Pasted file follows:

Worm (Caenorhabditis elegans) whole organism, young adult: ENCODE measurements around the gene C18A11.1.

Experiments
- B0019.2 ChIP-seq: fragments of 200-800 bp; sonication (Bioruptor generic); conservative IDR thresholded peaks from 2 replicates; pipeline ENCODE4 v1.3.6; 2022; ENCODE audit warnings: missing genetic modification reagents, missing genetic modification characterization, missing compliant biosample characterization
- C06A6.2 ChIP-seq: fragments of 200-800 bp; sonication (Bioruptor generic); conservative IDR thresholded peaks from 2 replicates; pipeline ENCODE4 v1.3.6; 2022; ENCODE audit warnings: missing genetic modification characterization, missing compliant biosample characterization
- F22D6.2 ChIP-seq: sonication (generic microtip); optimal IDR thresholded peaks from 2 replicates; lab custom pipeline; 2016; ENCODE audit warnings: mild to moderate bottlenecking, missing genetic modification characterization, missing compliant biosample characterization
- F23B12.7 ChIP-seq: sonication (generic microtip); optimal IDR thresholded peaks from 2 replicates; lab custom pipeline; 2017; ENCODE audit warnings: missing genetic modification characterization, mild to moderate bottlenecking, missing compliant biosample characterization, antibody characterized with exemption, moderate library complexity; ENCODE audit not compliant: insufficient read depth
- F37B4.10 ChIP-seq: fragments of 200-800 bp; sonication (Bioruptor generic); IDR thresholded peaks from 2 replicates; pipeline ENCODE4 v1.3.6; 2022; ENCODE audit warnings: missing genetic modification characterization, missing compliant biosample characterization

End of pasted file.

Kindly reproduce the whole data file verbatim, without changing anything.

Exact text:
Worm (Caenorhabditis elegans) whole organism, young adult: ENCODE measurements around the gene C18A11.1.

Experiments
- B0019.2 ChIP-seq: fragments of 200-800 bp; sonication (Bioruptor generic); conservative IDR thresholded peaks from 2 replicates; pipeline ENCODE4 v1.3.6; 2022; ENCODE audit warnings: missing genetic modification reagents, missing genetic modification characterization, missing compliant biosample characterization
- C06A6.2 ChIP-seq: fragments of 200-800 bp; sonication (Bioruptor generic); conservative IDR thresholded peaks from 2 replicates; pipeline ENCODE4 v1.3.6; 2022; ENCODE audit warnings: missing genetic modification characterization, missing compliant biosample characterization
- F22D6.2 ChIP-seq: sonication (generic microtip); optimal IDR thresholded peaks from 2 replicates; lab custom pipeline; 2016; ENCODE audit warnings: mild to moderate bottlenecking, missing genetic modification characterization, missing compliant biosample characterization
- F23B12.7 ChIP-seq: sonication (generic microtip); optimal IDR thresholded peaks from 2 replicates; lab custom pipeline; 2017; ENCODE audit warnings: missing genetic modification characterization, mild to moderate bottlenecking, missing compliant biosample characterization, antibody characterized with exemption, moderate library complexity; ENCODE audit not compliant: insufficient read depth
- F37B4.10 ChIP-seq: fragments of 200-800 bp; sonication (Bioruptor generic); IDR thresholded peaks from 2 replicates; pipeline ENCODE4 v1.3.6; 2022; ENCODE audit warnings: missing genetic modification characterization, missing compliant biosample characterization